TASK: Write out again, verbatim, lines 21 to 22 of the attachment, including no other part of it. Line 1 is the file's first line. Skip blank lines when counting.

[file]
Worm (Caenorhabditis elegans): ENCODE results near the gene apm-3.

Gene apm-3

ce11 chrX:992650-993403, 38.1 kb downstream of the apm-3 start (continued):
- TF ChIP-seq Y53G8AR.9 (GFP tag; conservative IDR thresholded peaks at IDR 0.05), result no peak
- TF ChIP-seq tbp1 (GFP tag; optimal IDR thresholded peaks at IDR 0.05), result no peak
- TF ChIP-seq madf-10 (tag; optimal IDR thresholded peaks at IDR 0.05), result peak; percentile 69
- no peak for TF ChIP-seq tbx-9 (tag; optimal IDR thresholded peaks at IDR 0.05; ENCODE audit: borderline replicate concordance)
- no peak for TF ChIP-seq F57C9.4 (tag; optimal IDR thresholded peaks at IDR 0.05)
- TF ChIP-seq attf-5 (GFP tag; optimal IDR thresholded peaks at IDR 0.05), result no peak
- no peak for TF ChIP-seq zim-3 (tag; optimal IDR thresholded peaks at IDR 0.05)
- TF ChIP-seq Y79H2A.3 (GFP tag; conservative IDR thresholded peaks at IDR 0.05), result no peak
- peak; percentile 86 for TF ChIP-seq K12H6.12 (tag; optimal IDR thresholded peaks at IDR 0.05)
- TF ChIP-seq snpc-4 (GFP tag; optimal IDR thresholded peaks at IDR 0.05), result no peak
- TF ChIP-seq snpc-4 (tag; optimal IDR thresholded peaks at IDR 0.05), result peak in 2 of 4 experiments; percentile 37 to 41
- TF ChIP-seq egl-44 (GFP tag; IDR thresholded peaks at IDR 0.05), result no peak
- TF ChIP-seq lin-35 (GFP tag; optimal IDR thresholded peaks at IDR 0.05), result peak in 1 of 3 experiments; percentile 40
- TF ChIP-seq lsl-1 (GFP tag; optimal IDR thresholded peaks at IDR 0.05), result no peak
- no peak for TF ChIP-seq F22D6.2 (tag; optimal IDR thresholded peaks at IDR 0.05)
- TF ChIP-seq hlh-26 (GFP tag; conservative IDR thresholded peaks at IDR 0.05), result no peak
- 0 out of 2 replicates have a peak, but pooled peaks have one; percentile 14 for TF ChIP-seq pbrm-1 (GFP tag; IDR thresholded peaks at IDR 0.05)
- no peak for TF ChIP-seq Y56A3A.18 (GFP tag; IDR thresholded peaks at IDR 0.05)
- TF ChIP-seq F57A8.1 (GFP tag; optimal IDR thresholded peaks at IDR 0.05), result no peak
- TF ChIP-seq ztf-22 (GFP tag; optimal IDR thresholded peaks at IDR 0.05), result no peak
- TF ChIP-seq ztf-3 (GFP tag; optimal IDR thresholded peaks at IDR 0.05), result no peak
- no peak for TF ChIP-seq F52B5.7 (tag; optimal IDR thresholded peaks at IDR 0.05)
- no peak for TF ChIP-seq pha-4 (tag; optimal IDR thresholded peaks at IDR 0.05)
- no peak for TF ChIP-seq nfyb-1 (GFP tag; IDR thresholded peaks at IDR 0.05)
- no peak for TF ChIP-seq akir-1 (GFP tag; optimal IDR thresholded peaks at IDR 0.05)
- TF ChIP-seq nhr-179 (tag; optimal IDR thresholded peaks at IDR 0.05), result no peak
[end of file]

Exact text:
- no peak for TF ChIP-seq Y56A3A.18 (GFP tag; IDR thresholded peaks at IDR 0.05)
- TF ChIP-seq F57A8.1 (GFP tag; optimal IDR thresholded peaks at IDR 0.05), result no peak